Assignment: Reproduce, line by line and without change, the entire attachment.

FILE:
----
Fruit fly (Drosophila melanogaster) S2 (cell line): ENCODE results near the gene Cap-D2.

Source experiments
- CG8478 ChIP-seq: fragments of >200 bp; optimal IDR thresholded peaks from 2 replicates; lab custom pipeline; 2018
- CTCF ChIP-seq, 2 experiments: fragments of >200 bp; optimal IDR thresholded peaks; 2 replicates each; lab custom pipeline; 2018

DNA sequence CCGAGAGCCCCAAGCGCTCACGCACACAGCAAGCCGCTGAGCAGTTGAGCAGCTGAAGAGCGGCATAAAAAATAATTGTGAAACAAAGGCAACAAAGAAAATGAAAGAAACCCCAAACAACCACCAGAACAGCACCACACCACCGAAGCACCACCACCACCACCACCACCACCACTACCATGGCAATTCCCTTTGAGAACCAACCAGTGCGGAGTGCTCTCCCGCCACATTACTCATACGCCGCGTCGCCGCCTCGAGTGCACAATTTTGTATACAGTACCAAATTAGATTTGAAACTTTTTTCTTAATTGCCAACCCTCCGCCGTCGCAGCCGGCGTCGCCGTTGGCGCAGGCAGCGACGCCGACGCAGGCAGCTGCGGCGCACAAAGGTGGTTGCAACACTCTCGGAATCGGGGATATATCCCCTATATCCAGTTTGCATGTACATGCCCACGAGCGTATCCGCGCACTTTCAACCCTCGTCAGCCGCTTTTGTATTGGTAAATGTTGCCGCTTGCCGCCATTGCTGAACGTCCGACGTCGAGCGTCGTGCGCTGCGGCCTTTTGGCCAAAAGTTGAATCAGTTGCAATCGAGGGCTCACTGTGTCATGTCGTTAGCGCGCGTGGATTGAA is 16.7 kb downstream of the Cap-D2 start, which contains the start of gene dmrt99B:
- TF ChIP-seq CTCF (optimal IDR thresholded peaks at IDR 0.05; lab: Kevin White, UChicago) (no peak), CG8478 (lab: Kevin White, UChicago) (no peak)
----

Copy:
Fruit fly (Drosophila melanogaster) S2 (cell line): ENCODE results near the gene Cap-D2.

Source experiments
- CG8478 ChIP-seq: fragments of >200 bp; optimal IDR thresholded peaks from 2 replicates; lab custom pipeline; 2018
- CTCF ChIP-seq, 2 experiments: fragments of >200 bp; optimal IDR thresholded peaks; 2 replicates each; lab custom pipeline; 2018

DNA sequence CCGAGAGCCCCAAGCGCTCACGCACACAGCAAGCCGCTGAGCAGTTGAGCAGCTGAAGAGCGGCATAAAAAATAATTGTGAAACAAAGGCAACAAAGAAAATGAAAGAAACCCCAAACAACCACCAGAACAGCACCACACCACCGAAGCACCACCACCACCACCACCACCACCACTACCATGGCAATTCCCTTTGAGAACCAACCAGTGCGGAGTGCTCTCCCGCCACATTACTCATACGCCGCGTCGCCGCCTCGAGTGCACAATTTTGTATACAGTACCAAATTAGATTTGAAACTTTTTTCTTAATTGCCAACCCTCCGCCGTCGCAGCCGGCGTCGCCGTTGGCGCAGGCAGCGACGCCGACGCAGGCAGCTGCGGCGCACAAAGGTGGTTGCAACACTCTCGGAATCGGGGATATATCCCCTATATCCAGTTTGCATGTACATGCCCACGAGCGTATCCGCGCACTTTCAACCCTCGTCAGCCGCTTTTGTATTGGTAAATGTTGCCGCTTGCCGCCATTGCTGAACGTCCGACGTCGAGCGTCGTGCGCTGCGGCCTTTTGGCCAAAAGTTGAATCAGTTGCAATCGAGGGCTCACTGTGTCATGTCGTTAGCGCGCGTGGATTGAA is 16.7 kb downstream of the Cap-D2 start, which contains the start of gene dmrt99B:
- TF ChIP-seq CTCF (optimal IDR thresholded peaks at IDR 0.05; lab: Kevin White, UChicago) (no peak), CG8478 (lab: Kevin White, UChicago) (no peak)